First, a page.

Kirby: Triple Deluxe Review – A Commentary on Difficulty

Kirby is easy. There, I said it. If you’re a longtime fan of the franchise, that statement is as obvious as the sky is blue. There’s been a lot of talk lately about the difficulty of games and the impact that it should have on a review. If a game is too hard, it can be a frustrating experience for the player. I absolutely suck at Dark Souls, but does that mean it’s a bad game? Certainly not. It’s just not suited for me and other players of my skill level. Its value may be inherently lower for those people, but not for others. Conversely, Kirby: Triple Deluxe is fairly easy throughout. Does that mean it’s a bad game?

Kirby is meant to be an approachable franchise for kids and casual gamers alike. But that doesn’t mean that it can’t be enjoyed by more devout gamers – and it has been for decades. I’m in my mid-twenties, and I’ve always loved Kirby. It’s easy-going and stress-free, but it’s not completely devoid of opportunities to use your brain. Kirby has always been this way, so I’m going to assume for the sake of a fair review that you’re a Kirby fan and understand that Kirby is, has been, and always will be easy. And you’re okay with that.

Kirby: Triple Deluxe, in particular, has a lot of good things going on. For the first time, handheld Kirby has moved on from sprites in favor of 3D models and environments. I’m rather partial to the sprites, but Kirby really looks great on the 3DS – especially with that 3D slider all the way up. I’ll admit that I haven’t used the 3D regularly since the first few months of the system’s life. The process I go through when I get a new game is to play the first fifteen minutes or so in 3D, then turn it off for the rest. But not here. Kirby: Triple Deluxe is stunning in 3D. The effect is used well in relation to gameplay, not unlike Super Mario 3D Land, and it’s enhanced by the Mutant Mudds-inspired level design that requires players to move from the foreground to the background. There are more surprising, creative, and eye-popping 3D effects in this game than any other 3DS game that I’ve played.

As is the usual fare with Kirby these days, Triple Deluxe also includes a few mini-games. The most attractive of the bunch is Kirby Fighters, a Smash Bros. clone that features single player and download-play-compatible local multiplayer modes. While it doesn’t sport the insane balance of dedicated fighting games, it’s a great romp in multiplayer with friends. Dedede’s Drum Dash is a passable rhythm game – I didn’t have the patience for it. Fans of touch-based rhythm games may be able to find some fun in it, but that ship sailed for me long ago. The timed boss rush mode and the ability to play the game as King Dedede are welcomed options, though, extending the game’s replayability. Mass Attack players may be a bit disappointed that the number of extra modes only totals to four, but each of the four are fleshed out in a big way.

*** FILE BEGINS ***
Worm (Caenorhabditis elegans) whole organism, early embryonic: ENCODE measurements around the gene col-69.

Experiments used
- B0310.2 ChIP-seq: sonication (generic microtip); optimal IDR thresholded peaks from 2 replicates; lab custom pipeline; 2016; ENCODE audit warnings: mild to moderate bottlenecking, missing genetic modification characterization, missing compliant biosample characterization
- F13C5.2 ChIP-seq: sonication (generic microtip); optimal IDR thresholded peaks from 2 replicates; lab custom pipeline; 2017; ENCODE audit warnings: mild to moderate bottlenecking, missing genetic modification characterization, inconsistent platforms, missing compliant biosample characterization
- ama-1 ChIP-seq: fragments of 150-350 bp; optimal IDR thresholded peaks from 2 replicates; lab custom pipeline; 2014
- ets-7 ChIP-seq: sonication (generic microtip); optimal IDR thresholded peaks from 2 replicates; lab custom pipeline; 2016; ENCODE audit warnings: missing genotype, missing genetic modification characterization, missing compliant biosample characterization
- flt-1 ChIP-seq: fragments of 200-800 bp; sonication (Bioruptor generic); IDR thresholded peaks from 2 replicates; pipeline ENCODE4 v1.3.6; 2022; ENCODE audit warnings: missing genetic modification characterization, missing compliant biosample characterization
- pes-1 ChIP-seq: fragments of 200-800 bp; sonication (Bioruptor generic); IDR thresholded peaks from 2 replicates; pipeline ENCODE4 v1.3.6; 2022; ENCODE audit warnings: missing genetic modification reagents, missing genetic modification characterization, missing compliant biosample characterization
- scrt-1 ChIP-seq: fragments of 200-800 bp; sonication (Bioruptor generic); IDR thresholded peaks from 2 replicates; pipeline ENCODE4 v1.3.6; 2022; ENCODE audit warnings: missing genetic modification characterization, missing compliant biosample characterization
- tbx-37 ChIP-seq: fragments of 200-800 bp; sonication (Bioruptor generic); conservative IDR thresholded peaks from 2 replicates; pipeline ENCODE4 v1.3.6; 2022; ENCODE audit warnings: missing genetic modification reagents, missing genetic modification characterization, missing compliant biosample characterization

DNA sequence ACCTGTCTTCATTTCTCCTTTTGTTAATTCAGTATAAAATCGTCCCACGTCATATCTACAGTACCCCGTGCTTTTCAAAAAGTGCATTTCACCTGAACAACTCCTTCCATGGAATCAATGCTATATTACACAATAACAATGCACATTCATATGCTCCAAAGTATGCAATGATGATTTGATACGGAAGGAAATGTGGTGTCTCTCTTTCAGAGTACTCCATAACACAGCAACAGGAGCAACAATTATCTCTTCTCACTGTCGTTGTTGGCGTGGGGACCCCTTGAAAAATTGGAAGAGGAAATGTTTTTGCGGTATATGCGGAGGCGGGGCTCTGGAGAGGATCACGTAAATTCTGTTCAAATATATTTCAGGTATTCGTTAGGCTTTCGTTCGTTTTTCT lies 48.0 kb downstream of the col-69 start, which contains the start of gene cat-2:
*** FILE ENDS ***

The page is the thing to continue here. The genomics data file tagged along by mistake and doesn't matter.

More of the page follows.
While the main goals can be completed rather quickly, the biggest draw to revisit this game again and again comes in the form of the collectible digital keychains. Each keychain sports the sprite of an iconic Kirby character or item. These keychains can be found buried inside each level of the game, and you can also receive them via StreetPass and/or in exchange for play coins.

Kirby: Triple Deluxe is the epitome of what we’ve come to expect from a Kirby game. It’s got the classic, refined gameplay that we all know and love, replay value in the form of collectibles and time attacks, and some stout extra modes. And for those of you looking for a reason to turn that 3D slider on, Kirby is without a doubt the best looking 3D game on the system. Fans, there’s no reason to skip this. Especially not because it’s ‘easy’.


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